Grand Final a triumph for comeback coaches
This weekend's A-League Grand Final between Brisbane Roar and Central Coast Mariners sees two of Australia's much-maligned coaches go head-to-head.
Roar's Ange Postecoglou and Mariners' Graham Arnold have been the whipping boys of the Australian press in the (not-so distant) past. That their teams meet in the championship decider is a testament not only to their coaching abilities but to a self-belief that they still had what it takes to make a mark on the Aussie game.
It's hard to decide which man has had the roughest ride. Postecoglou has won domestic titles in his time as a player and a coach, but it's as coach of the Young Socceroos he really made his name. After a strong showing in the 2003 FIFA U-20 World Cup Ã¢ÂÂ where his Joeys beat eventual winners Brazil in the group stages Ã¢ÂÂ Postecoglou's sides floundered and despite helping develop a generation of players who laid the foundation for the first A-League season in 2005, doubts remained about his ability to get results. Not long after the infamous 'tear him a new one' interview by SBS analyst Craig Foster, Postecoglou was out of a job.
Keen to re-build his reputation, Ange worked for Football Federation Victoria and spent a year in Greece with Panachaiki before Frank Farina's drink-driving scandal saw an opportunity open up at Brisbane Roar in late 2009. His reign began controversially with several established players shown the exit, and although the release of old stalwarts Craig Moore and Charlie Miller was understandable, five wins in the season's remaining 17 games and the sale of Tommy 'the new Harry Kewell' Oar left many worried how Brisbane would fare this season.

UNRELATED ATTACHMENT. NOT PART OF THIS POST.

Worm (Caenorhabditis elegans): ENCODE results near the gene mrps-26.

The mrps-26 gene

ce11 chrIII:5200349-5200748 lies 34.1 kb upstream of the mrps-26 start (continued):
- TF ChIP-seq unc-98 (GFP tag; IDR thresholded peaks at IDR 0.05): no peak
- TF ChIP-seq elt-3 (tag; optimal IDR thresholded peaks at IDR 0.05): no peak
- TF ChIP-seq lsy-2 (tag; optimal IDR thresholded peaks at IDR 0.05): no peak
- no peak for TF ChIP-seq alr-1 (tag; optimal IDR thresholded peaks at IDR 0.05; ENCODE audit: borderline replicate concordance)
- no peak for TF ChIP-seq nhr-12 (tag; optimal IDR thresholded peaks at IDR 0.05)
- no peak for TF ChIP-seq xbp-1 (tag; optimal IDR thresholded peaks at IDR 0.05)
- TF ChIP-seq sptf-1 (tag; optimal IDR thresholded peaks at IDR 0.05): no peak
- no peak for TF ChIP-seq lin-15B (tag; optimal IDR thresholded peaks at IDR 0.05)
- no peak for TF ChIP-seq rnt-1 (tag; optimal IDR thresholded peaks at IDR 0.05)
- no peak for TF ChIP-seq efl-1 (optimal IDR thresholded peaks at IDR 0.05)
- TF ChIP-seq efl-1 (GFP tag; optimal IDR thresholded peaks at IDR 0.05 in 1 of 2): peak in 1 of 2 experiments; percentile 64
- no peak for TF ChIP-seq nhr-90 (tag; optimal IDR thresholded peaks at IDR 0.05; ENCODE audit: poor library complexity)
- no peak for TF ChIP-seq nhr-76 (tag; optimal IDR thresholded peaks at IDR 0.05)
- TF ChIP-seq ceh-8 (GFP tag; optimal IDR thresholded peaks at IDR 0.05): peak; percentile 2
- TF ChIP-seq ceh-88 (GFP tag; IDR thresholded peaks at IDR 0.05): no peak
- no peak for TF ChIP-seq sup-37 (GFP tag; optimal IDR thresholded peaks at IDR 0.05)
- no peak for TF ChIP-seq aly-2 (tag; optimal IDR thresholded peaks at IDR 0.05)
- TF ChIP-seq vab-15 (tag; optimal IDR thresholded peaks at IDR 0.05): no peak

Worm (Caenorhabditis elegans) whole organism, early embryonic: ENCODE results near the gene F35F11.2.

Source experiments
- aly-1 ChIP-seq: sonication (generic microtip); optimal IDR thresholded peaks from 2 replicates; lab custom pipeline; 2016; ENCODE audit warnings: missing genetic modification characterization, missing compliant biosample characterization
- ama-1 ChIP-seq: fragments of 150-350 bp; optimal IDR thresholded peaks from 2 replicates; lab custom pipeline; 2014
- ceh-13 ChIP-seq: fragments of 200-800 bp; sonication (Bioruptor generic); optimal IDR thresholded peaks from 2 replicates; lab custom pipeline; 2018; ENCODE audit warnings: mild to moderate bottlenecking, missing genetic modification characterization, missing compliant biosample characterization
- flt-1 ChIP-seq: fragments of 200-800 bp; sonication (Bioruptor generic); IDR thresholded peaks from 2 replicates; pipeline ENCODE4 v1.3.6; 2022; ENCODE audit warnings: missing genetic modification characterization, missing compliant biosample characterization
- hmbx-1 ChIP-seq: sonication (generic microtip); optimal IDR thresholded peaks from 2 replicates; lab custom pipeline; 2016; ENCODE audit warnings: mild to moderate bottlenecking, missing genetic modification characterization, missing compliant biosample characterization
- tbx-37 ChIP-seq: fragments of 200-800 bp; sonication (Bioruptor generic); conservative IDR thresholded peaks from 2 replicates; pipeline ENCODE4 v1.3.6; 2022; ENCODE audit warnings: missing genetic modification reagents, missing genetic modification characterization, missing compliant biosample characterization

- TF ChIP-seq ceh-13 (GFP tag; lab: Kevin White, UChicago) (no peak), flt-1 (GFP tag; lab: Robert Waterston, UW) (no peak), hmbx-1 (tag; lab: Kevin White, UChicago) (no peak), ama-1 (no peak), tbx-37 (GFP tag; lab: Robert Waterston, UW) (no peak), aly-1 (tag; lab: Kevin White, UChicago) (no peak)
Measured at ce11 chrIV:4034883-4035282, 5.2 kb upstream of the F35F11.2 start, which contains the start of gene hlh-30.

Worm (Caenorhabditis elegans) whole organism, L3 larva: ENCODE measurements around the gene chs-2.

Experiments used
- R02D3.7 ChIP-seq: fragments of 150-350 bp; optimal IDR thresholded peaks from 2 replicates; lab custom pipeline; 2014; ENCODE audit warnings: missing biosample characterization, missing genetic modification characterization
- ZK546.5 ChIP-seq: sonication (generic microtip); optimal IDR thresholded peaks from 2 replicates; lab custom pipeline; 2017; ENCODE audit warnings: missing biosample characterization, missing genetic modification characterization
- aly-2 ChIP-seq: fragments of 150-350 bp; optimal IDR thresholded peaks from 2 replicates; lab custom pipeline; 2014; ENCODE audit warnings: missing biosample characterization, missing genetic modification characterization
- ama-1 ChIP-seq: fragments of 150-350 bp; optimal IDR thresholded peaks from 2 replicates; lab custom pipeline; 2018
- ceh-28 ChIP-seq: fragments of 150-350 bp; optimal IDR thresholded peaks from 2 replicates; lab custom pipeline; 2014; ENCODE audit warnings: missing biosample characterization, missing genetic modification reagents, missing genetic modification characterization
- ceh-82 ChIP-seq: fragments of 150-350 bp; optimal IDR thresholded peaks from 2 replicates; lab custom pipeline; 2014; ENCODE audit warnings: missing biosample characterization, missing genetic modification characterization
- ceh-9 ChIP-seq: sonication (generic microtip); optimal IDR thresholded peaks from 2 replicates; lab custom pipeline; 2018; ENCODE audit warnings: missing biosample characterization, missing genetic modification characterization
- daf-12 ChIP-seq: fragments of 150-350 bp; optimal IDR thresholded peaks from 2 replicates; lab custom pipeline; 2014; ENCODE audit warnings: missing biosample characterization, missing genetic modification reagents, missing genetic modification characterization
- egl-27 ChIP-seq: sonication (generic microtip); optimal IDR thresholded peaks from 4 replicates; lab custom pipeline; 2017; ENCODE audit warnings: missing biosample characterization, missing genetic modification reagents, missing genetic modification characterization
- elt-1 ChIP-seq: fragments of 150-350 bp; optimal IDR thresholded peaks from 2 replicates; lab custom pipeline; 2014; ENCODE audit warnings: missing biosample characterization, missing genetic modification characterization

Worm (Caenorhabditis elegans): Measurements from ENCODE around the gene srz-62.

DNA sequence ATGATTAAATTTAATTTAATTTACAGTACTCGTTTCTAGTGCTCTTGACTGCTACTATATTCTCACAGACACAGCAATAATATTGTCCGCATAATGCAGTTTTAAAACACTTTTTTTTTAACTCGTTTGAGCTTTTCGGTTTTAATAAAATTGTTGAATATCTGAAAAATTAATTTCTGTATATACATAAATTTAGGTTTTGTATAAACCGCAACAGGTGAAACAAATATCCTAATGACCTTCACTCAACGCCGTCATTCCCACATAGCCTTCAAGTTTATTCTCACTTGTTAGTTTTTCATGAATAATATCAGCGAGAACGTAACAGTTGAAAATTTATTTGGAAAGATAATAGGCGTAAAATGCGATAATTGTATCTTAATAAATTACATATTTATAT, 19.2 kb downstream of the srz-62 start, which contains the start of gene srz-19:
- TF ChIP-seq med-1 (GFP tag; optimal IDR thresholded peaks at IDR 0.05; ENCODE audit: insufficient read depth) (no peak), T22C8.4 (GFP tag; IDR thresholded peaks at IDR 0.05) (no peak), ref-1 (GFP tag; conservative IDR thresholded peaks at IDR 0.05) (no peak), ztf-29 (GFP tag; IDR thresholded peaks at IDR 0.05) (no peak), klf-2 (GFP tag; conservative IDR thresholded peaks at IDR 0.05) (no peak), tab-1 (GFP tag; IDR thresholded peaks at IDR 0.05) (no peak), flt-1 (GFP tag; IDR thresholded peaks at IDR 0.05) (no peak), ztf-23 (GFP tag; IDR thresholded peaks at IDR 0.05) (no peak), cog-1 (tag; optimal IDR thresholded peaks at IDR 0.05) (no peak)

For Graham Arnold, the criticism from fans and the media has been even harsher. A tough, uncompromising player in his day, Arnold took this same attitude with him as a coach and his gruff, tell-it-like-it-is demeanour rubbed many up the wrong way. While he enjoyed success as Guus Hiddink's No.2 in the Socceroos' historic 2006 World Cup campaign, he was clearly out of his depth when asked to take over the reigns of the national team after the Dutchman's departure.
Not all of this was Arnold's fault, as he never received the full backing of the FFA, who made him coach with an 'interim' tag around his neck, while batting their eyelids at any coach who came on the market.
In the end it was his inability to mould successful teams Ã¢ÂÂ an embarrassing exit in the 2007 Asian Cup and a 2008 Olympics without a group win were notable lowlights Ã¢ÂÂ which led to his demise and there were more than a few raised eyebrows when he took over from the successful Lawrie McKinna at Central Coast at the end of last season.
So to say that both Postecoglou and Arnold have been revelations in their first full seasons in the A-League would be an understatement.
Brisbane have lost only one game all season and their 4-0 demolition of second place Adelaide in November (above) led to posts and tweets calling Roar one of the best domestic sides in the country's history. Led by Socceroo Matt McKay, German import Thomas Broich and bright young things Mitch Nichols and Kosta Barbarouses, the pass-and-move/pressing game of the Roar has been unlike any football seen on these shores. With hindsight, Postecoglou's January 2010 statement to "judge me in 12 months" looks like more like the words of a man with a masterplan than of a coach trying to cover his backside for finishing second from bottom in the league.
For Arnold's Mariners, the rise has been a little less spectacular; an ascent more in the image of the man himself than of any great coaching philosophy. With a solid base already created by former coach McKinna, Arnold has developed a well-drilled side that never backs down from a challenge. Skipper Alex Wilkinson and striker Matt Simon best exemplify the Mariners' muscular approach, and their fightback in the Major Semi-final against the Roar shows that Sunday's final should be one of the closest in the competition's short history.
While the phrase "I Told You So" was notably used by the late Johnny Warren to prove the doubters of Australian football wrong, I'm sure the Aussie legend wouldn't mind it being borrowed by the Grand Final-winning coach on Sunday as an appropriate way to lay some ghosts to rest.